Artist: Dealey Plaza
Album: Culture and Circumstances – EP
Our impact on the people around us and the world we live in is just as much a factor of our upbringing and history as it is a matter of our genetic make-up and personality. You’ve heard of the whole nature vs. Nurture thing, right? It’s like that—we are a collection of our experiences and the world in which we were raised. Our past—our culture—is a huge factor of where we go, what we do and what mark we leave when it comes to our existence on this planet.
Which means Dealey Plaza must have come from one hell of a place to be the monstrous, impacting and immense powerhouse they are today.
Culture and Circumstance, the band’s long-awaited EP is a misnomer if ever there was one. The album art—a cold, nostalgic looking photo—and peaceful, composed name imply pretty much the direct opposite of what this crushing collection of five tracks truly is: Dealey Plaza at their absolute heaviest. Sacrificing some of their overt deathcore influences from the earlier entries in their discography and continuing down the path hinted at by Deliverance, Culture and Circumstances combines metallic influence, raw aggression, elements of –core influence ranging from heavy hardcore to metal and deathcore—all of it—to create an oppressive, intelligent experience that, while a detour from the political message the listener might be used to, is Dealey Plaza at their most cohesive—and what I’d argue to be their best.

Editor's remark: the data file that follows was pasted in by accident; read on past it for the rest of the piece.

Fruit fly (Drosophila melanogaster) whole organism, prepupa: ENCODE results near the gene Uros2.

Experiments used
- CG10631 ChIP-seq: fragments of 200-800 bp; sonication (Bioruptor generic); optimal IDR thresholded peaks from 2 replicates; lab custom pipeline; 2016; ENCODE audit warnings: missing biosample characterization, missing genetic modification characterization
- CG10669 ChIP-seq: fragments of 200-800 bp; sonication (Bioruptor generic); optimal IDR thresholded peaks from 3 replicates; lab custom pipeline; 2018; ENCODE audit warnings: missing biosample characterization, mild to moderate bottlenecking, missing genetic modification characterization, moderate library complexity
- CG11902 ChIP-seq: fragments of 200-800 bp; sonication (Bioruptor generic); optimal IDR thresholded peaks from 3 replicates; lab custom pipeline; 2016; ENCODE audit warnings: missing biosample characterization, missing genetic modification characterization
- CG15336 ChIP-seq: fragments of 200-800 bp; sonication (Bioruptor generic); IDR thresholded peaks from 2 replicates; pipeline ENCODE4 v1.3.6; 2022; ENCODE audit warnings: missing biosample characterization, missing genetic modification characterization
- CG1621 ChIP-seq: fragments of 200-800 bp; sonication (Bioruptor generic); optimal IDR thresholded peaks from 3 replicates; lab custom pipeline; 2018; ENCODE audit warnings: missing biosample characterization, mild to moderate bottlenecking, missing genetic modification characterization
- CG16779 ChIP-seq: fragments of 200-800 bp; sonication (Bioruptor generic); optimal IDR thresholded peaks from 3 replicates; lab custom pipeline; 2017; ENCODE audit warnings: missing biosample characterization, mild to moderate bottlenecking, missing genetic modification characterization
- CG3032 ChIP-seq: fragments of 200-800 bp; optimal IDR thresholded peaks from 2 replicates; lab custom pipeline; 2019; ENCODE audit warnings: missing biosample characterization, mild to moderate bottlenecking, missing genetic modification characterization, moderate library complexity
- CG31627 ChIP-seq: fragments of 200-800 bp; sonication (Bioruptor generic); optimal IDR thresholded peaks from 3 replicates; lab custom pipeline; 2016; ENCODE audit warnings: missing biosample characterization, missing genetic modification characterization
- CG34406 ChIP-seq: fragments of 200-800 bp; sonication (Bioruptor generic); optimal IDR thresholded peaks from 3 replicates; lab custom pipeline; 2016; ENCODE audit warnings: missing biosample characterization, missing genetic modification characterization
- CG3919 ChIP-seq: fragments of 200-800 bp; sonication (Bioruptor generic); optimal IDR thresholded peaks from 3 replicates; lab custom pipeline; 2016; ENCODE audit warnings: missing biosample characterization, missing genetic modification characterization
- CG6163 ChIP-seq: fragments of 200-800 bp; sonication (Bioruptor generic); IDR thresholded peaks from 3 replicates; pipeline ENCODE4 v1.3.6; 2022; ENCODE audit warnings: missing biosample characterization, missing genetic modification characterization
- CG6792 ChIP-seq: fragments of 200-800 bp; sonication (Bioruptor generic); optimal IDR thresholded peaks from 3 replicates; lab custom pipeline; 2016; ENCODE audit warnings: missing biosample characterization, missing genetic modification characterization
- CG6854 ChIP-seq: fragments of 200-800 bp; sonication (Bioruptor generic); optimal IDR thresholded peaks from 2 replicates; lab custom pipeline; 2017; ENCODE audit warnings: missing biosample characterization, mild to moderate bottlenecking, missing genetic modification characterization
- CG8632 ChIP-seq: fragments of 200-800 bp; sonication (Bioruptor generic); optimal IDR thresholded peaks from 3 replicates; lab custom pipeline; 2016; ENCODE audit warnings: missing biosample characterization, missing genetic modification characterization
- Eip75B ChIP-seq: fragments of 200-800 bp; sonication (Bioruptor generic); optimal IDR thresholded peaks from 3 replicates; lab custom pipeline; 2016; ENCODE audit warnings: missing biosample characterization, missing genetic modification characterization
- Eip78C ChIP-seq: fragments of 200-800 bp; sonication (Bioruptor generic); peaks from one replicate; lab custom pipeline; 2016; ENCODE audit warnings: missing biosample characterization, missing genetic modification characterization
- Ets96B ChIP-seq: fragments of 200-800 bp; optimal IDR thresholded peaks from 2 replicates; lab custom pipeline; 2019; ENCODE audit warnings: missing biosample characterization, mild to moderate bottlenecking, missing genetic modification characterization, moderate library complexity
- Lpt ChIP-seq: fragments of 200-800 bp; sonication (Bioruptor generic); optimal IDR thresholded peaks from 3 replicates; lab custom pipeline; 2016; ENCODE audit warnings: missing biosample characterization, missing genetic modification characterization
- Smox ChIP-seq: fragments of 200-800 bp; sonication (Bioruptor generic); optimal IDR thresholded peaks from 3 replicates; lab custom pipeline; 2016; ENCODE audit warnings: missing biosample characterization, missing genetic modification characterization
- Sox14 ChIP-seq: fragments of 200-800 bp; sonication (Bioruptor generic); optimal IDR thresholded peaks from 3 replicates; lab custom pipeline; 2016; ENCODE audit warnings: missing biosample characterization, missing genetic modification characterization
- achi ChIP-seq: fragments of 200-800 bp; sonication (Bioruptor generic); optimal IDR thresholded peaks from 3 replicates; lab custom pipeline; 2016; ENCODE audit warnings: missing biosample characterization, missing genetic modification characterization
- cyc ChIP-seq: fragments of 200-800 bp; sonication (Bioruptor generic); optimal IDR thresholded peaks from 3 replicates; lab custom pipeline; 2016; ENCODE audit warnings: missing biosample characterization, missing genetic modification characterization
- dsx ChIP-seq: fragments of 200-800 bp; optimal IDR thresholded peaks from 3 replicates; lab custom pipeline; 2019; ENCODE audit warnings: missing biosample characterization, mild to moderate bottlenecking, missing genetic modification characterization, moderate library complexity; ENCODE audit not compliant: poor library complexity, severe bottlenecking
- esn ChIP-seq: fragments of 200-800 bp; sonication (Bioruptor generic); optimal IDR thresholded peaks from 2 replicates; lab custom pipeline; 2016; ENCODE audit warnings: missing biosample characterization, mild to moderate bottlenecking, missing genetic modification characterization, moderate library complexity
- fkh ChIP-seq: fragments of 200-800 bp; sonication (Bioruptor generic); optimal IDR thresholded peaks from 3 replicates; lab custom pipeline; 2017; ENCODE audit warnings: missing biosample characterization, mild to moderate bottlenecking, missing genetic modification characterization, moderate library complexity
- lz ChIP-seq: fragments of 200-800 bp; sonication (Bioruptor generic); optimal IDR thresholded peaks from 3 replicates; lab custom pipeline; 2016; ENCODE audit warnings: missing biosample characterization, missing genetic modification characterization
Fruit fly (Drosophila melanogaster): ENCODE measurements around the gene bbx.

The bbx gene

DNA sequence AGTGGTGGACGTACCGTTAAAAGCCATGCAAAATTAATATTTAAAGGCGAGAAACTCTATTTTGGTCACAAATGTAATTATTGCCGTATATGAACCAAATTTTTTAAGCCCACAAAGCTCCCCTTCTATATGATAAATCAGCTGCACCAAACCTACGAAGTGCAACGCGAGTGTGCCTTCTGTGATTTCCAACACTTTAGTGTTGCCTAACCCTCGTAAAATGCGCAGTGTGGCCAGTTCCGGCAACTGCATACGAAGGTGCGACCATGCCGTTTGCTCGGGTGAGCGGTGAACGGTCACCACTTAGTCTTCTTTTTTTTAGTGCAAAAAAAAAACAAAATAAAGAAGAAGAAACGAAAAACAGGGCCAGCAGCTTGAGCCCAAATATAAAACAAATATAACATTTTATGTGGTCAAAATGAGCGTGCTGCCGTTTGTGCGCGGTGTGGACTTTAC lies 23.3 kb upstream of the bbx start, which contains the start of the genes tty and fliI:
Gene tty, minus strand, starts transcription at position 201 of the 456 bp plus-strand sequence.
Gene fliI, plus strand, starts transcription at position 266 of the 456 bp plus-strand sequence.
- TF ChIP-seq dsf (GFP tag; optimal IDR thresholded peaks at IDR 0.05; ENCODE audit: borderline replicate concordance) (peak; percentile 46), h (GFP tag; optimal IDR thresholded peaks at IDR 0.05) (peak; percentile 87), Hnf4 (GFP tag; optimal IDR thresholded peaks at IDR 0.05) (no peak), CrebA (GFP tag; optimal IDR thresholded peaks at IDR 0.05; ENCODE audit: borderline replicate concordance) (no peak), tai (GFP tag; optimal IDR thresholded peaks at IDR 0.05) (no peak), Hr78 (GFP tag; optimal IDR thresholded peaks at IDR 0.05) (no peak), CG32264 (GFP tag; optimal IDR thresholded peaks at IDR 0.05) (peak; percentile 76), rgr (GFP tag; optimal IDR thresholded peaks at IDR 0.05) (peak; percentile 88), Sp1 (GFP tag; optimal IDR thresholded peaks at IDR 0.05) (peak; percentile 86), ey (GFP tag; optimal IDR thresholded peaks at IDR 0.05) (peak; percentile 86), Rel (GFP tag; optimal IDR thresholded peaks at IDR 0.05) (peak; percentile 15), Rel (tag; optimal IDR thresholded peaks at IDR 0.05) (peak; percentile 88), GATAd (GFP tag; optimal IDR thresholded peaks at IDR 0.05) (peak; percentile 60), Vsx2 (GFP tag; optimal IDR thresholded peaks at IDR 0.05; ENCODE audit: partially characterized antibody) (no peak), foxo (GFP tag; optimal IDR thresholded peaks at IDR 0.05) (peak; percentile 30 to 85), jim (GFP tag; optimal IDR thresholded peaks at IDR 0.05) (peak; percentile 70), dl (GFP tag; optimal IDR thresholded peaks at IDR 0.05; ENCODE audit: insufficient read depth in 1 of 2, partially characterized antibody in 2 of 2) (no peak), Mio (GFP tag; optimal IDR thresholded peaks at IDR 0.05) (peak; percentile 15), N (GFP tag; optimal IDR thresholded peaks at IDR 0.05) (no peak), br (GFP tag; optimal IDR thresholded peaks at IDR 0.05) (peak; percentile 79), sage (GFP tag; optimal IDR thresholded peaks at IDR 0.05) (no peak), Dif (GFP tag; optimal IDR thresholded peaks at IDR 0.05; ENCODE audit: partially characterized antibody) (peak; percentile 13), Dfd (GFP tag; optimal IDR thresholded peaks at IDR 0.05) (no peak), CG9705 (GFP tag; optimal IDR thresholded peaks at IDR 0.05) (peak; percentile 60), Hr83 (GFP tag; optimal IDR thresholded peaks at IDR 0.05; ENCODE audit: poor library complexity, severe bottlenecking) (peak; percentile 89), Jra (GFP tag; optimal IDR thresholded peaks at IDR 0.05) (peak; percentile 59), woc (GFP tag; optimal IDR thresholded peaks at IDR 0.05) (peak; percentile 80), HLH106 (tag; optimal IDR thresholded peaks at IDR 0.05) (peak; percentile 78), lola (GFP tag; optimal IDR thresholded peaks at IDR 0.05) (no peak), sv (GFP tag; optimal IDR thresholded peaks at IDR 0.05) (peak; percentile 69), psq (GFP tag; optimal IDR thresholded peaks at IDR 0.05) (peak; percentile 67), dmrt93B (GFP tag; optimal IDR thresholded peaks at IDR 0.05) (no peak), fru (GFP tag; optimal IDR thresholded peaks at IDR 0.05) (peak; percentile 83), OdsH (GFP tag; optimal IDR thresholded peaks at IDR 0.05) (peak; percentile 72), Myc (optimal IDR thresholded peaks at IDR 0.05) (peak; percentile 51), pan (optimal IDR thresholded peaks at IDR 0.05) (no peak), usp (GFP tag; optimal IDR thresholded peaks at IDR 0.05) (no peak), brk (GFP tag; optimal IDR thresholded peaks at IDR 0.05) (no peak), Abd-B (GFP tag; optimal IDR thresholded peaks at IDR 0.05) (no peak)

While Dealey Plaza may not have started this way, the group have formed into a relative supergroup—with guitarist, production mastermind and overlord of heavy music Jesse Kirkbride at the helm, the band have emerged from the swampy slums of Florida to grow into a nation-and-worldwide juggernaut. With a series of changes since Deliver Us, Dealey Plaza are back with a raunchier, more unhinged sound than the listener might have expected, in no small part to the attitude and aggression put forth by percussionist Chris Whited—a name you likely recognize from the likes of King Conquer, Lost Fortune, and of course, working alongside Kirkbride in his production empire. Whited uses an organic, authentic feel (accentuated by live drum recording) to pump pure range into Culture and Circumstances’ veins. While heiring less on the side of technicality and more on inflicting mass casualties with blunt, bone-busting power, Whited still managed to keep things moving with heaps of energy. From the salvo-after-salvo of “Bricks,” through “Home” and “Divide,” Whited keeps things moving along excellently, working with long-time bassist Troy Sinatra to provide a snappy, thick firmament. Sinatra’s bass bolsters Whited’s kick drum and adds depth to Dealey Plaza’s dynamic, all without ever really being too prominent. “Unrequited” sees Sinatra at his boldest, where the introductory number is a blistering example of just how low he can go. Atop it all, Kirkbride—joined by guitarist Kyle Carter (notably of Beacons)–absolutely dominate, with groovy, immense portions joined by breakdowns and riffs violent enough that they feel like a chainsaw severing the listener’s calvaria in twain. Carter and Kirkbride hit hard, fast, and incessantly on “Bricks,” but use “Home” and “Divide” as more balanced and immersive tracks, only before closing things succinctly with the sinister “Unrequited.” Where “Landlord” and “Unrequited” are barbaric, they’re also beautiful—as they see Kirkbride and Carter working in perfect tandem with Whited and Sinatra, establishing a marvelous, well-rounded and ruthless display of power.